The easy answer would be to build your teams based on one style of thinking – that way no one gets irritated if meetings run too long for the interpersonal thinkers or if processes are not followed for the imaginative thinkers.

However, as the demands rise, teams get bigger and projects scale, the above solution becomes not only impossible but also detrimental. The diversity of personalities across teams allow projects to avoid blind-spots and thrive from different strengths. However, diversity without adapted communication leaves teams frustrated.

You can see this phenomenon improving right within the Atlassian ecosystem. Historically Atlassian tools were built for developers. Typically, this profession is defined by being very analytical. However, as Atlassian scales there is a need for teams with different skill sets to use these tools: HR departments staffed by strong sequential thinkers, communication departments staffed by strong interpersonal thinkers, etc.

One solution, if you are lucky to find the right people, is to build teams that have more than one dominate thinking style – if your marketing team and developers need to interact, hire your respective developer and marketer with both an analytical and interpersonal dominance.

However, more likely you’ll need to adapt your communications style based on who you are working with.

Using Atlassian tools for better communication

Leveraging HipChat

HipChat is designed for informal, quick conversations. For the analytical types, this works perfectly: I need this one point, fact, or criteria addressed by you – however after a quick response we can move on with our day.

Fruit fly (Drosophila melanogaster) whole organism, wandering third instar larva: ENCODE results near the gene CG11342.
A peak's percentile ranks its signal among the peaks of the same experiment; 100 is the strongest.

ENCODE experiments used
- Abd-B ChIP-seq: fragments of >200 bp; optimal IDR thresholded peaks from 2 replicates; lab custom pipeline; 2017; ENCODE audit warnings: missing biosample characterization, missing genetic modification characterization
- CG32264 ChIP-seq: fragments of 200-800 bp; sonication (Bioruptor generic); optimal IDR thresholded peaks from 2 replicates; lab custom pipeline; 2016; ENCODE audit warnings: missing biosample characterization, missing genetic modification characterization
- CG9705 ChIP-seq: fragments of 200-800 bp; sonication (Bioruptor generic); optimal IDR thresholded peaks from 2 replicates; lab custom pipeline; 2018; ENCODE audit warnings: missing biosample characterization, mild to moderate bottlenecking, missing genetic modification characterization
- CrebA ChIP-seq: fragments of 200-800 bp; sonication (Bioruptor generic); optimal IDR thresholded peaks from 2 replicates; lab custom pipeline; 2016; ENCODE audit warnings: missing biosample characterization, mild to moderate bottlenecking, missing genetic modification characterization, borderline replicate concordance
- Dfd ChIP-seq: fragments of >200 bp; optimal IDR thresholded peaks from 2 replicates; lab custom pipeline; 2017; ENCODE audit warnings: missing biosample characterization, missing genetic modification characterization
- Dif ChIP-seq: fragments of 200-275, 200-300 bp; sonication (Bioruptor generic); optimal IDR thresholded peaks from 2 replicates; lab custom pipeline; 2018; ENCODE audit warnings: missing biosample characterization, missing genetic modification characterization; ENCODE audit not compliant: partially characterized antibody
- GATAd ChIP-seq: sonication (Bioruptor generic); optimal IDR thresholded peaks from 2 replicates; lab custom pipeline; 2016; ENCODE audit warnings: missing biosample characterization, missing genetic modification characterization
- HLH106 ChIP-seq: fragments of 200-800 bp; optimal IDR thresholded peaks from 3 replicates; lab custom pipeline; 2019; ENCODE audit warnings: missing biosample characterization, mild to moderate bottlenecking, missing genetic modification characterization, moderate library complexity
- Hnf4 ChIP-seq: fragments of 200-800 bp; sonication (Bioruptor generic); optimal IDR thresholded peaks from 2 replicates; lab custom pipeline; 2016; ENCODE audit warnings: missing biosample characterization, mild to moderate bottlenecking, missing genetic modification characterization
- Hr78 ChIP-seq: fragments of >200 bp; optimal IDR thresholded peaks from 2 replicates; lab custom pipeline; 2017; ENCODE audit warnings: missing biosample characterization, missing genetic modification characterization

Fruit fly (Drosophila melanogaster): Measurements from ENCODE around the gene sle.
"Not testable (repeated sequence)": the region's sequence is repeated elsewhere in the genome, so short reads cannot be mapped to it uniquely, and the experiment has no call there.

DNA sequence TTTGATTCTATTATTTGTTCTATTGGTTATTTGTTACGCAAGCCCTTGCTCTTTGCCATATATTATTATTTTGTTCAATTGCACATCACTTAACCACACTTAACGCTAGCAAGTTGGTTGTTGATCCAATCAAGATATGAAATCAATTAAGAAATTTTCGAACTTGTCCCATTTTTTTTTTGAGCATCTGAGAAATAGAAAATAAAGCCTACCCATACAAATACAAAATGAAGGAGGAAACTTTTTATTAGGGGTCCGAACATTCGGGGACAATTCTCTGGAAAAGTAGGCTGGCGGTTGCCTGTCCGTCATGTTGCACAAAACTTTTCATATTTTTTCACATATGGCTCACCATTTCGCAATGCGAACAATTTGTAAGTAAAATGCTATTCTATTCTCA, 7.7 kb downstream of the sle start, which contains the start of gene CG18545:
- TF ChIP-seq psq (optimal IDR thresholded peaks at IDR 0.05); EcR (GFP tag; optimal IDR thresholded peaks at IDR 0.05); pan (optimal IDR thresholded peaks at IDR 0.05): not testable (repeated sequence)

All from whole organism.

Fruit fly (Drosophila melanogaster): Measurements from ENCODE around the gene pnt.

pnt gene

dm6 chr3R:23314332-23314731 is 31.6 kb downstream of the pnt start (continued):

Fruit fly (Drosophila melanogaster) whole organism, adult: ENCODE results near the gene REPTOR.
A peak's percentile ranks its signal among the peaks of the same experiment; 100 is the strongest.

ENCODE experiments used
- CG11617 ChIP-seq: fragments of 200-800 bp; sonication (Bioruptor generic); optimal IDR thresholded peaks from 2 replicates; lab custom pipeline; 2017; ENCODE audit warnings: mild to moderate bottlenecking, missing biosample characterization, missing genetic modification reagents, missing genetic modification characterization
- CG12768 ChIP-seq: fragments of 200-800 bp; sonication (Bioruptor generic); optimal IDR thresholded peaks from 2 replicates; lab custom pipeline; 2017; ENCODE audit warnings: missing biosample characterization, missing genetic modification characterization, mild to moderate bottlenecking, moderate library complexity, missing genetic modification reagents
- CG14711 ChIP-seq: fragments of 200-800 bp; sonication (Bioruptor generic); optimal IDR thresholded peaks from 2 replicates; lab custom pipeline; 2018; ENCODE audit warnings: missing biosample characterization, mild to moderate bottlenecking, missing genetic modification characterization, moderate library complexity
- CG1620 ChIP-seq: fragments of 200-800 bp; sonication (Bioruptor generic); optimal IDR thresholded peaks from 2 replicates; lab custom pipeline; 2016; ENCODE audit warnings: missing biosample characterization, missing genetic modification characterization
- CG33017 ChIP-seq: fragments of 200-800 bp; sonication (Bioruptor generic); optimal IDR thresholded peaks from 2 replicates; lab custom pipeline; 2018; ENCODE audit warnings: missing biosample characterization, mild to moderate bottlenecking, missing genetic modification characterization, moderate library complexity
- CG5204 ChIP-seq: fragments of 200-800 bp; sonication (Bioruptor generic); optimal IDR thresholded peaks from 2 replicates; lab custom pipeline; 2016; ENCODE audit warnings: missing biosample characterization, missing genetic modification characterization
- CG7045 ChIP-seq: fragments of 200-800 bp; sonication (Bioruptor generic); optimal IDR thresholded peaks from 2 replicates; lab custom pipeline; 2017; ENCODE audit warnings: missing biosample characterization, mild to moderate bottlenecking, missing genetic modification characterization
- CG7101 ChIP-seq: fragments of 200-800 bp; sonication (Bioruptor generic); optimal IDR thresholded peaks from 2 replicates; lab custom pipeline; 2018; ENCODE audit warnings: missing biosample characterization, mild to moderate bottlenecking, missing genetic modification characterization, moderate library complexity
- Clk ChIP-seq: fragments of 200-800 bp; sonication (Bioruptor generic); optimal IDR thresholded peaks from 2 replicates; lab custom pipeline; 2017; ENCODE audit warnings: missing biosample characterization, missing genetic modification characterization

However, if the person on the other side of the chat room is an imaginative thinking type (let’s say your CEO for example, normally a personality type that is innovative and has a global overview of your business), he won’t know what do with the information. How does this point tie into the bigger picture? If you haven’t given him the information necessary to make that connection, he might wonder why you are wasting his time with a seemingly small task that doesn’t intuitively lead up to something bigger.

In the above case, HipChat might not be the best tool. Instead, you might need more room in a Confluence page, where the tool is designed for more editorial space – allowing you to not only define your message, but also explain how Point B helps the team get from A to C. Or if your CEO is the more interpersonal type, a HipChat video might be more suitable.

Conversely, if you a working with analytical types – who want the facts and nothing but the facts – forcing yourself onto a HipChat channel may help to make your message more concise for your team member.

Leveraging the new user interface of JIRA and Confluence

You’ll see how the new user interface of Atlassian tools plays into helping different personality types work together. The original JIRA designs had a lot of pieces of information – the project, the workflow, every single associated due date, etc. For analytical thinkers, the board might not have seemed cluttered – after all, their talents lie in juggling separate facts. However, for imaginative thinkers, the lack of space didn’t leave room for bigger ideas – they were tangled up in the details. For the interpersonal types, the design seemed to dry – a problem which they’ve solved by showing the people’s faces who are involved on each project and also adding reactions, to better let these people express and connect to the work at hand. And for JIRA admins – the sequential thinkers in the ecosystem – a clear view of the workflow and processes have been added, giving them more control over the process.

With the launch of the new interface, make sure you are highlighting the key strengths of the tools based on the personality types of your teams. Make use of the redesigned issue (notably markdown support and better hosting of images) to expand upon the bigger pictures and add visualisations when necessary.

By having a clear strategy for how you address each member of your team, you’ll be able to anticipate what type of information they value and frame your messages on Confluence/JIRA/Hipchat in a way that resonates with their working style.